City officials are trying to determine how many residents might have been overcharged, The Atlanta Journal-Constitution reports. The newspaper got the preliminary audit results through an open records request.
The audit of more than 160,000 water meters found that about 90,000 needed repair. Only about 30 percent of the audited meters had no problems, the documents show.
“Where we have identified problems, we have been and will be proactive in rectifying them,” said Hans Utz, the city’s deputy chief operating officer. “We are committed to identifying what the issues were and how we can make it right.”
With some of the country’s highest rates to pay for $2 billion in sewer upgrades required by federal regulators, Atlanta residents have complained for years about readings they say are improbable. City officials say they are still gathering data, and thousands of meters have yet to be inspected. The audit is set to end Aug. 22.
People who were overbilled will see their accounts credited. If the audit finds inaccurate readings, Utz said residents won’t have to go through the city’s Water Sewer Appeals Board, which many residents have said is confusing, frustrating and arbitrary.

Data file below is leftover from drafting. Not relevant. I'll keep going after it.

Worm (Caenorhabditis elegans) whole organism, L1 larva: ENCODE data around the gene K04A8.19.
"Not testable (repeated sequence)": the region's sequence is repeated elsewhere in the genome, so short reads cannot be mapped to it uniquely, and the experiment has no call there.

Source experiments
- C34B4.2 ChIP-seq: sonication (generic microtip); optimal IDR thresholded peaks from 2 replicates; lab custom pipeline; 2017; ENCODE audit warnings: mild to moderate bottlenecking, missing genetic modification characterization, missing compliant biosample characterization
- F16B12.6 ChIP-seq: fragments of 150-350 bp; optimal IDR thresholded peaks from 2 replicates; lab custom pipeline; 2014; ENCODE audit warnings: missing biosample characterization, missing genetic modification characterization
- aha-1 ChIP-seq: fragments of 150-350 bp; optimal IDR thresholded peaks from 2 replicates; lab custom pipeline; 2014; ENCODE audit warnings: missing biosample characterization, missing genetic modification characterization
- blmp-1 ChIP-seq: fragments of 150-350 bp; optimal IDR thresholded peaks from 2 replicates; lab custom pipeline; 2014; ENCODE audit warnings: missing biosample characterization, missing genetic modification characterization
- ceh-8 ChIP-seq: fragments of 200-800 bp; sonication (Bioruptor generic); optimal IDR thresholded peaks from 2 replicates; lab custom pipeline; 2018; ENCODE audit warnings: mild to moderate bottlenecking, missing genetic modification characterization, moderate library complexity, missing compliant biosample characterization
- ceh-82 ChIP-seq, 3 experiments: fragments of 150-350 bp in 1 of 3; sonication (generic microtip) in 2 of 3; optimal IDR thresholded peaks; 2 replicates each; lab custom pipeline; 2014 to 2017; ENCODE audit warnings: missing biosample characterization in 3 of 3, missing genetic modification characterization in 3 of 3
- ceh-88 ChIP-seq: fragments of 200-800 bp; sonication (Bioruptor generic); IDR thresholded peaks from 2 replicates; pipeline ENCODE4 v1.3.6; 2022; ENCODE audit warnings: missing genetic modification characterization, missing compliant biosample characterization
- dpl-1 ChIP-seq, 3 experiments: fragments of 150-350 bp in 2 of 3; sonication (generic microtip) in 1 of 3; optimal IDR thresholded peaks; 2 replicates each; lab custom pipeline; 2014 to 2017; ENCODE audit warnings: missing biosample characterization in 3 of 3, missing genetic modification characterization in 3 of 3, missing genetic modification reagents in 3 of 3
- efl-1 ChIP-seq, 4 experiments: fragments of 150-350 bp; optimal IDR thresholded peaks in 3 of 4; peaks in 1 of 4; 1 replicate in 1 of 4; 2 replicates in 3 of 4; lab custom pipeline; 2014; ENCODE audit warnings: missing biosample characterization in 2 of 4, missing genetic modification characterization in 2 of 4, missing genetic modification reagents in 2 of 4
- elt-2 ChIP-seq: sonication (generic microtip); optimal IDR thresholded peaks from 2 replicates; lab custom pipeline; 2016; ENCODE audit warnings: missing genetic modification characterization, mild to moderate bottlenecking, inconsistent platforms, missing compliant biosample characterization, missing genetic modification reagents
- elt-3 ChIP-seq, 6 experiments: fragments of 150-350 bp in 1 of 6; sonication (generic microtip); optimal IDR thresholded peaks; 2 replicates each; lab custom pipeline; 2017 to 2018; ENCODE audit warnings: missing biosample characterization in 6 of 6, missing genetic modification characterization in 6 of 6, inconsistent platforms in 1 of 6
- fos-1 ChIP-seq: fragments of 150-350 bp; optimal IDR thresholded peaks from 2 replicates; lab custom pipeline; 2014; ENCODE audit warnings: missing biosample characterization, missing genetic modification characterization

The audit came five years after the city started a $35 million project to install electronic meter reading throughout its water system. That project was supposed to improve the accuracy of bills, identify potential leaks and cut the time it takes to read individual meters.
Now Atlanta’s residential meters transmit radio signals showing how much water a property uses. Reports of problems, such as faulty readings from upside-down antennas, surfaced soon after the expensive changeover to automated meter reading.
“We were getting an awful lot of calls about billing problems,” Utz acknowledged. “That triggered this audit. We are fixing things as we go.”
The 11-month audit by outside contractors Arcadis/BPA and JP2 began on Sept. 19. The $2.4 million cost does not include the expense to repair or replace meters or lids. As of Wednesday, 77,415 meters had been repaired, with another 12,941 repairs scheduled.
Some 6,000 meters couldn’t be reached because of trees, sidewalks, landscaping or other obstructions. Those may have to be removed so the meters can be checked. Atlanta officials have not yet determined the best way to get access to some of the meters.
“If we put a sidewalk over the meter, then that’s our responsibility as a city,” Utz said. “But if the homeowner planted a tree on the meter, we’ll need to work with the homeowner to figure out the best way to access it.”